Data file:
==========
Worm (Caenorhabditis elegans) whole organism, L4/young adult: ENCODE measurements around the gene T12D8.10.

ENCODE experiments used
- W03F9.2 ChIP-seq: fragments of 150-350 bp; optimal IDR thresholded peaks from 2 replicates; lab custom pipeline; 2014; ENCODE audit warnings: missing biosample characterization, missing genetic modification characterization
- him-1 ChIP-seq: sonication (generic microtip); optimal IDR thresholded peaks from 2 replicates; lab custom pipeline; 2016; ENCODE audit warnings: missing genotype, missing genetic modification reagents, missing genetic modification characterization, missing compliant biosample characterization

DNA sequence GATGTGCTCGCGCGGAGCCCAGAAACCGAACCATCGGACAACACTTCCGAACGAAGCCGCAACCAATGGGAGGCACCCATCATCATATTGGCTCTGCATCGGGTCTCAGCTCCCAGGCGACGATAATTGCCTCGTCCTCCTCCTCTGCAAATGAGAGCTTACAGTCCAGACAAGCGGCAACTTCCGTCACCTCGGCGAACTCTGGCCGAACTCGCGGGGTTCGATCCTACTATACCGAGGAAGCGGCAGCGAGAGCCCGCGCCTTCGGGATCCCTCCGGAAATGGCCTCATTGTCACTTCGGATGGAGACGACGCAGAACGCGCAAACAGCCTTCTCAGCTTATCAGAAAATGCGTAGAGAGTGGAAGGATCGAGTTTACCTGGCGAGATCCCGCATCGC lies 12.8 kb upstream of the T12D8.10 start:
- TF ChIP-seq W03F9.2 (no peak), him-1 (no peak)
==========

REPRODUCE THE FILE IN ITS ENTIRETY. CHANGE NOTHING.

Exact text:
Worm (Caenorhabditis elegans) whole organism, L4/young adult: ENCODE measurements around the gene T12D8.10.

ENCODE experiments used
- W03F9.2 ChIP-seq: fragments of 150-350 bp; optimal IDR thresholded peaks from 2 replicates; lab custom pipeline; 2014; ENCODE audit warnings: missing biosample characterization, missing genetic modification characterization
- him-1 ChIP-seq: sonication (generic microtip); optimal IDR thresholded peaks from 2 replicates; lab custom pipeline; 2016; ENCODE audit warnings: missing genotype, missing genetic modification reagents, missing genetic modification characterization, missing compliant biosample characterization

DNA sequence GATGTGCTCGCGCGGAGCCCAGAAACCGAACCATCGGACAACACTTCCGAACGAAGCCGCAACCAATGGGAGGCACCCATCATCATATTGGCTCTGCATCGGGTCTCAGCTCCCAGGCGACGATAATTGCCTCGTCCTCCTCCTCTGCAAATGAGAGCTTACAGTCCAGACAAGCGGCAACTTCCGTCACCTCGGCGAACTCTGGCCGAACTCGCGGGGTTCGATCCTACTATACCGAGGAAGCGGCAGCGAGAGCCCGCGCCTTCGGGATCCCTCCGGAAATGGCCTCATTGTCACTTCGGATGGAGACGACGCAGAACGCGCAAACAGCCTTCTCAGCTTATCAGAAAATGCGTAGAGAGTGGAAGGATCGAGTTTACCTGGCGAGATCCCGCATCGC lies 12.8 kb upstream of the T12D8.10 start:
- TF ChIP-seq W03F9.2 (no peak), him-1 (no peak)